My neighborhood was mostly black, but there were Creoles, Indians and Cajuns,
too. You didn’t know who was who and what was what. If a
kid got pissed at somebody, he might call him cracker or nigger or something
else, but he was never sure what name hurt most.
My first real experience with
segregation and racism came in the military. In
Vietnam, black soldiers rarely served in rear echelon positions. Supply
clerks and officers’ drivers were always white. Blacks were sent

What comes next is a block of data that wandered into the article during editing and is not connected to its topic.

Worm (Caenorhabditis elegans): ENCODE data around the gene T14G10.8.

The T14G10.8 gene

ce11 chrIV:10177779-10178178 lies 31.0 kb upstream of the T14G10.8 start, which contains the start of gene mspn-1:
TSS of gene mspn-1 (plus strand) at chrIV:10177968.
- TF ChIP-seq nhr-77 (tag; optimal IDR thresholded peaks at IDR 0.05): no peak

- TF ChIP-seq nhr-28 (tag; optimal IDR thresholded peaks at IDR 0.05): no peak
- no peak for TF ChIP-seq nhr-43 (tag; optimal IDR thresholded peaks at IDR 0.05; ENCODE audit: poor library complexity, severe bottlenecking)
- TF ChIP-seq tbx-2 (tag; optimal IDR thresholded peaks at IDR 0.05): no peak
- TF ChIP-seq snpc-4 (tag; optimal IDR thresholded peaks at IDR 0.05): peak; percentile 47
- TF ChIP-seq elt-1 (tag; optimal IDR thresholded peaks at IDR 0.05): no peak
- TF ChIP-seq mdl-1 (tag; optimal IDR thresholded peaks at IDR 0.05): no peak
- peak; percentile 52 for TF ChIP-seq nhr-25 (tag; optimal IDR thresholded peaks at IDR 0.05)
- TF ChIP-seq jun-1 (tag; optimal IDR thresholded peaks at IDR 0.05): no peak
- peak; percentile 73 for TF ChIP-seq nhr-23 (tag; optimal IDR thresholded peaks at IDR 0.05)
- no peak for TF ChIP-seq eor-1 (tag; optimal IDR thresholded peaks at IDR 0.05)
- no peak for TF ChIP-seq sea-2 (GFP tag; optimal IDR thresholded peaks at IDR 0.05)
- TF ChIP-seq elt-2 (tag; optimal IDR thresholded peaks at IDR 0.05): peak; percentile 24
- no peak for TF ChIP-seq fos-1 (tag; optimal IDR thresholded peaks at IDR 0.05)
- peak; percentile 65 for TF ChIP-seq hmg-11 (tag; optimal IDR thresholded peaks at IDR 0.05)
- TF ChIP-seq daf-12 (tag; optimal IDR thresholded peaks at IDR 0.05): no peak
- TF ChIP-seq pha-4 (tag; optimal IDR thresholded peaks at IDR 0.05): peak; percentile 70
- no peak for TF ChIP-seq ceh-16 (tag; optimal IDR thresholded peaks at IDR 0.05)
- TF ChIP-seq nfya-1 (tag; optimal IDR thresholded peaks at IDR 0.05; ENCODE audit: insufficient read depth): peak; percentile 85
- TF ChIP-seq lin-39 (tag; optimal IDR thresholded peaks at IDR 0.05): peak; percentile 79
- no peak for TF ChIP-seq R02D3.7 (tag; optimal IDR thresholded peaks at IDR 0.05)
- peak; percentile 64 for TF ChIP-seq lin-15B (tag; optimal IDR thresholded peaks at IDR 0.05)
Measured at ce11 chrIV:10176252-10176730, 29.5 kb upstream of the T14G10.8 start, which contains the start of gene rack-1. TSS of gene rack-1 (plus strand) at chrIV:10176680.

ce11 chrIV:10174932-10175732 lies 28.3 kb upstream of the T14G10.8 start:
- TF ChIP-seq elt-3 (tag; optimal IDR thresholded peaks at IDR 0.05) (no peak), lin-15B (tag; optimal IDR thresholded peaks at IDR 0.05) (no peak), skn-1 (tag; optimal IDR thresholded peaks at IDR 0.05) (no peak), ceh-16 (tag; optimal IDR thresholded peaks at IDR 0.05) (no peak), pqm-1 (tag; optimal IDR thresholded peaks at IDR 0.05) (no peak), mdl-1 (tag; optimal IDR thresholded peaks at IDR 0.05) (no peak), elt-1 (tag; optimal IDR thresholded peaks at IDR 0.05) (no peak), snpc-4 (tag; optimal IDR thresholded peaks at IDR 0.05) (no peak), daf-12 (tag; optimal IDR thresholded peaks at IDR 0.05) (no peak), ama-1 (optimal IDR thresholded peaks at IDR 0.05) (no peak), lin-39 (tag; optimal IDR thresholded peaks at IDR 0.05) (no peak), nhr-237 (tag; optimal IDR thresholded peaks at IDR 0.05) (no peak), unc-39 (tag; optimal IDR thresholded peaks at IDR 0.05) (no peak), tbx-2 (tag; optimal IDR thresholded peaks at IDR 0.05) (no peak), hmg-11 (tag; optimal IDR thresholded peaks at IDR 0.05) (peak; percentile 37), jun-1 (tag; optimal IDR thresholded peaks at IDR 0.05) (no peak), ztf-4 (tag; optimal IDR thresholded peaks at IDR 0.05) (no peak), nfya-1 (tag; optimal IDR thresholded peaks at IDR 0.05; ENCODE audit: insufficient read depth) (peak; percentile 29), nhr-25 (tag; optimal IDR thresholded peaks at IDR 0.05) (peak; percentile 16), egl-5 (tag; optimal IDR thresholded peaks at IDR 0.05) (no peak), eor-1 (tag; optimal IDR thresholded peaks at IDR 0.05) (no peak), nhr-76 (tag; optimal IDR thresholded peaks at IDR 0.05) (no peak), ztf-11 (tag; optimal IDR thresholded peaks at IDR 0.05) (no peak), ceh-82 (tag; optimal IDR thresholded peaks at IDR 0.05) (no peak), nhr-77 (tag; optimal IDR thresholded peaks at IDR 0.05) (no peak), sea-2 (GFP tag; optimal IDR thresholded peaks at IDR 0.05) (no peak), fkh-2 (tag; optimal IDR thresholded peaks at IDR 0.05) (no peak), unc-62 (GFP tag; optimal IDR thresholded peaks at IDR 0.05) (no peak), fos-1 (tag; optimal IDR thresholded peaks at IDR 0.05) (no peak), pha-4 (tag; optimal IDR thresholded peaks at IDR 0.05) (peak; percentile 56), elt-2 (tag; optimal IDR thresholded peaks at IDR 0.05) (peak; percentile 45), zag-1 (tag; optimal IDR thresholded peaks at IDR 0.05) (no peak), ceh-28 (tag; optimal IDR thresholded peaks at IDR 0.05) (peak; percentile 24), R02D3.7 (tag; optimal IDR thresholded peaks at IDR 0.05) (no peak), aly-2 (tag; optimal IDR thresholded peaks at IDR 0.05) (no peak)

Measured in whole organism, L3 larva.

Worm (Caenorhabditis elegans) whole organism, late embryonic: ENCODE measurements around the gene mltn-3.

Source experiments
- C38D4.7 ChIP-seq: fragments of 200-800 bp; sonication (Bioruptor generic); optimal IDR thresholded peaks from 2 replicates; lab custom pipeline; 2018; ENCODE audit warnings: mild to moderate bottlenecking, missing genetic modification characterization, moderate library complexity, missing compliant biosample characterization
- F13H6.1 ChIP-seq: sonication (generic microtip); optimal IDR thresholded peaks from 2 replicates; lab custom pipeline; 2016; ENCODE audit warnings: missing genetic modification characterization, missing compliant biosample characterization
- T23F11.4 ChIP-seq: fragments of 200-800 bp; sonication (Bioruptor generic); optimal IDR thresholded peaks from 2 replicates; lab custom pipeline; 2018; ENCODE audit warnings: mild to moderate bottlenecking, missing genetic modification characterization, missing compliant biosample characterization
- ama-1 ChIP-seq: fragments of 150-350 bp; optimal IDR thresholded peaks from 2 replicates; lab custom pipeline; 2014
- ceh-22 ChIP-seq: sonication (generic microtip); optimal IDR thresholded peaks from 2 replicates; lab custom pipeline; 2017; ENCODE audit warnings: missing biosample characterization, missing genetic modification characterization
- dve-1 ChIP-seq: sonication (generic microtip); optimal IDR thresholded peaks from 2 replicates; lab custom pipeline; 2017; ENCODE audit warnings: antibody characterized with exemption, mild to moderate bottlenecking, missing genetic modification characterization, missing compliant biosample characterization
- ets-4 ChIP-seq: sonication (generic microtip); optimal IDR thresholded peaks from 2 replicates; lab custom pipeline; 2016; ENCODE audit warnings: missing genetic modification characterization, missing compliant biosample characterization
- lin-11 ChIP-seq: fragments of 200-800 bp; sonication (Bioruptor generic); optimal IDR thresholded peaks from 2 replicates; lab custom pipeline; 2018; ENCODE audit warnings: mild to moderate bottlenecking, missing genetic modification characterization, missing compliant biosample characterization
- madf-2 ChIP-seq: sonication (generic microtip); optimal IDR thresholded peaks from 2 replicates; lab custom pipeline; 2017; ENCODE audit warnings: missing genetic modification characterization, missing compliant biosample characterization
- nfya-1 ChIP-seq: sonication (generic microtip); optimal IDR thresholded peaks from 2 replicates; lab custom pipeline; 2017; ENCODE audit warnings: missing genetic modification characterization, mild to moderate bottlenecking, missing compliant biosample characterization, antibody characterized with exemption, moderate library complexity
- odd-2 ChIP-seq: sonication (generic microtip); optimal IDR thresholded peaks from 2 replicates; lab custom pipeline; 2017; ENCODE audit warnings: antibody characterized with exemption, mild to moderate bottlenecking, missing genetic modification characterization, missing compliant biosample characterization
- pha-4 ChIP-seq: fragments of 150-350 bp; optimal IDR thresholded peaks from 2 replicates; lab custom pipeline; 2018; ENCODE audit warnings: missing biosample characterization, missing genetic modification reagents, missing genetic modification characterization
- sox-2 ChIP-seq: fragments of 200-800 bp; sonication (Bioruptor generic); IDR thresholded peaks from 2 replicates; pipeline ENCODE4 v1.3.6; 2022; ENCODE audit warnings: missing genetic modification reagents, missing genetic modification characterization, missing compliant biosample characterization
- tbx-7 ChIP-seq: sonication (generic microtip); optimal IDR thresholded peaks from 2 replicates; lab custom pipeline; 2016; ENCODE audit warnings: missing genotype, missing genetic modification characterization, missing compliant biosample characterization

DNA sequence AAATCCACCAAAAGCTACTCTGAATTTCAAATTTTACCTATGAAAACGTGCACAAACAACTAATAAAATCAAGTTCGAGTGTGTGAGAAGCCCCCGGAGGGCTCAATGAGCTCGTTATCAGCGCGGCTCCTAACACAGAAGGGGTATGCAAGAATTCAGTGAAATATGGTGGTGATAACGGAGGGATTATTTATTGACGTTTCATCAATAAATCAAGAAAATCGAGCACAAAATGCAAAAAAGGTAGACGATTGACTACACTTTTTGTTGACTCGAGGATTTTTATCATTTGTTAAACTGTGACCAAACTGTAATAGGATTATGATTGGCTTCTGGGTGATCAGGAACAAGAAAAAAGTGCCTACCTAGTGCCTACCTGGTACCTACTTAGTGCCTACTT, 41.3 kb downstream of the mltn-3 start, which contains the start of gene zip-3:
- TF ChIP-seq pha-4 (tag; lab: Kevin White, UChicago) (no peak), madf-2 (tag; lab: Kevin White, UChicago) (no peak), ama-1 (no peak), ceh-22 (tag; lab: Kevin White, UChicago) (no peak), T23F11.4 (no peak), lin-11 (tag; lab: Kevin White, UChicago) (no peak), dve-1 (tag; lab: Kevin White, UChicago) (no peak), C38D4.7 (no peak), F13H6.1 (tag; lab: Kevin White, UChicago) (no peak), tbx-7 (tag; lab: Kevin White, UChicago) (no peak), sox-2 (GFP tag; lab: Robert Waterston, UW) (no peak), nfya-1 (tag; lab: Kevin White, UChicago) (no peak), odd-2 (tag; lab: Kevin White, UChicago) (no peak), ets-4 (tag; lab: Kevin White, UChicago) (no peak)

to the field. When time for R&R, the white soldiers went first and
got the best choices. When a white soldier got wounded with sixty days
left in country, they found him a job in the rear. Wounded black soldiers
were treated and sent back into the bush. Everybody knew this went on. It
was just something we lived with.